Stone Island’s Carlo Rivetti on Future of the Brand With Moncler

MILAN — Carlo Rivetti, chairman and chief executive officer of Stone Island, sees himself as a coach.

As such, he has developed a team that has long been made up of designers of all ages and provenances, and under his watchful lead, Stone Island has established a cult following, a highly distinctive product and clear positioning, eventually catching the eye of entrepreneur Remo Ruffini.

The news last December that Moncler had acquired Sportswear Company SpA, owner of the Stone Island brand, in a deal valued at 1.15 billion euros was greeted positively by the stock market and analysts alike and some hailed the arrival of a new luxury conglomerate. However, Ruffini, chairman and CEO of Moncler, on that occasion said that, rather, the goal with Stone Island was to redefine luxury, “far from the traditional stereotypes.”

In a Zoom interview with WWD, Rivetti said he saw the acquisition first and foremost as a “very strong signal for Italy” — echoing Ruffini’s own belief. “Joining our forces together will make us stronger and this is very important — it has given us a resounding added value,” and especially in the current scenario, underscored Rivetti.

“People are the center of it all, the motor and the heart of a company. I discovered Remo during the negotiations, and we found great harmony. This is a beautiful story of a meeting of two families,” Rivetti explained. “[Ruffini’s son] Romeo brought us together, and there is great harmony between our children, too.” Rivetti is poised to sit on Moncler’s board and remarked on how this exchange is “not so common [in the industry], unfortunately.”

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Carlo Rivetti<span style="font-size: 16px;"> </span> courtesy image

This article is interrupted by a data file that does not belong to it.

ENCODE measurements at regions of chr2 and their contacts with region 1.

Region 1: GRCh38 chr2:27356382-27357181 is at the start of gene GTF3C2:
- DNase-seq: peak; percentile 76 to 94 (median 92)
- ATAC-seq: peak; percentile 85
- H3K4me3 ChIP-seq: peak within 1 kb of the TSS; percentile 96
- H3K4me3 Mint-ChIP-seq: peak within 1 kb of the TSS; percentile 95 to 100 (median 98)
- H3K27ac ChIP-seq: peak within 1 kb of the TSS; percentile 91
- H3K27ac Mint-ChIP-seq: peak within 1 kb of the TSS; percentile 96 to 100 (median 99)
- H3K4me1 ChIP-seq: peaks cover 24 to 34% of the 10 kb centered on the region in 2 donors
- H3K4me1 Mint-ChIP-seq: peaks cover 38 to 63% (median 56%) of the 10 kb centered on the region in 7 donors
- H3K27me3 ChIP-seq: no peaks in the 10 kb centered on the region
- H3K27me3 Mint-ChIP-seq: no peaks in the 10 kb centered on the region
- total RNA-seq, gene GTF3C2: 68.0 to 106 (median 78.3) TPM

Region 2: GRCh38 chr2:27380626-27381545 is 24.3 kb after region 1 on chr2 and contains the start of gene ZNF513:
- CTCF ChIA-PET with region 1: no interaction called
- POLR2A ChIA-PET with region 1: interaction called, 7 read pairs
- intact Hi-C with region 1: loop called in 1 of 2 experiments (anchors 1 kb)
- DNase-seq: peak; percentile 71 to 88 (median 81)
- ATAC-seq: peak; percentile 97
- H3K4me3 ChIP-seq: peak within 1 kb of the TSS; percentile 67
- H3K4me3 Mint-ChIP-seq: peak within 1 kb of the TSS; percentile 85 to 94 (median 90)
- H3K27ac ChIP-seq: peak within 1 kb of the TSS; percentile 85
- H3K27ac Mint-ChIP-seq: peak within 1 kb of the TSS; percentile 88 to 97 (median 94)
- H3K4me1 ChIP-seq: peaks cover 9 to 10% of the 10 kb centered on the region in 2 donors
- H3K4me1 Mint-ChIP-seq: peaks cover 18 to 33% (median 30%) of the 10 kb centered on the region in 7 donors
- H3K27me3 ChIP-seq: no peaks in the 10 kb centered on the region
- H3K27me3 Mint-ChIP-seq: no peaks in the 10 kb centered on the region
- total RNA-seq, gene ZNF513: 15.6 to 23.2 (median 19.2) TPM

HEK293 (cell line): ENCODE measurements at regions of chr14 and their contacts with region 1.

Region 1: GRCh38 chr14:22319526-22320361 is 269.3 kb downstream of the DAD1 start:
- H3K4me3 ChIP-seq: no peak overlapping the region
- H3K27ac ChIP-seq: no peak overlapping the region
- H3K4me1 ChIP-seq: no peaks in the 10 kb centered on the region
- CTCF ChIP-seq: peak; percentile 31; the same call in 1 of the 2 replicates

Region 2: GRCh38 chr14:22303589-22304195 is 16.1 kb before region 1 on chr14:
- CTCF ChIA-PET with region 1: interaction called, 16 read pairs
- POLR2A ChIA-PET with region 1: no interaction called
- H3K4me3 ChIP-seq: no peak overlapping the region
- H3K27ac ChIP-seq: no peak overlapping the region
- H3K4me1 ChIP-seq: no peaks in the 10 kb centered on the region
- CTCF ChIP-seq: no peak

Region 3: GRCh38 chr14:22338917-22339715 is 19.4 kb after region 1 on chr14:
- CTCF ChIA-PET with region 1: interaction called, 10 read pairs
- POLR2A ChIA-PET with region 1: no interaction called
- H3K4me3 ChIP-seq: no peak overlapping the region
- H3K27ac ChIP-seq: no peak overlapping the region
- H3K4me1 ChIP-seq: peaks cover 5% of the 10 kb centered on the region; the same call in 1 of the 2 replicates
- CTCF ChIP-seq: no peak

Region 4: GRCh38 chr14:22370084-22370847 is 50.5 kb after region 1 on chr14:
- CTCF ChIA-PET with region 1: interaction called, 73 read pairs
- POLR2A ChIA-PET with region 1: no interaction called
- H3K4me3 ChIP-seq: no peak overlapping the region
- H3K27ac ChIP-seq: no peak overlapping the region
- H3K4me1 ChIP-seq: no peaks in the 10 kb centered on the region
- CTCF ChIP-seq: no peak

“I am convinced there is a great future in front of us,” Rivetti continued. “This is a beautiful operation for the country, for the brands and for the employees.” Speaking in general terms, he said that perhaps “the pandemic will lead us to cooperate across the board and through the pipeline, it would be best for us all. Maybe around [the newly installed Prime Minister] Mario Draghi, politicians are learning to cooperate.”

Rivetti was also drawn to Moncler because of the industrial project presented to him by Ruffini. “There are no funds or finance involved, this is also what convinced me, and the opportunity to work with a very important group that has gone such a long way. Let’s hope we can replicate the expansion of Moncler,” he said with a chuckle. Moncler went public in 2013 and Rivetti said he would never have imagined Stone Island becoming a listed company. “I already told Remo that, thankfully, he will be dealing with that,” he said, laughing.

Last week, commenting on Moncler’s financial performance in 2020, Ruffini once again touted the soundness of the acquisition of Stone Island, whose development is a strong focus for Moncler this year. The closure of the deal is expected by March 31 and Ruffini said the company was working on the integration of Stone Island and focusing on its direct-to-consumer potential.

With the help of Moncler, Stone Island is poised to expand in the U.S. and Asia and beef up its retail network, although Rivetti keeps his feet on the ground and believes the first task at hand is to further build the awareness of the brand. That said, wearing his coach hat, he knows that Stone Island is ready to catch the opportunities ahead. He knows his team of eight international designers “speak to the world. Each, with their own different nationality, culture, education and age, makes the difference.”

As an example, he contended that a field jacket — the archetype of men’s fashion — can be interpreted in a different way depending on whether the designer is German, French or English. “I choose the team depending on the game we must play. We must be faster and more sensitive.”

Stone Island was designed by Paul Harvey for 12 years until 2008. He succeeded the brand’s founder Massimo Osti, who left in the mid-’90s. Stone Island was founded by Osti in 1982 in Ravarino, near Modena. In 1983, Rivetti, with the now-defunct GFT, bought 50 percent of the company, and 10 years later, with his sister Cristina, he took full control of the brand. In 2017, parent firm Sportswear Company SpA sold a 30 percent minority stake to Singapore-based investment company Temasek to support the brand’s international expansion. Moncler is set to buy that stake from Temasek.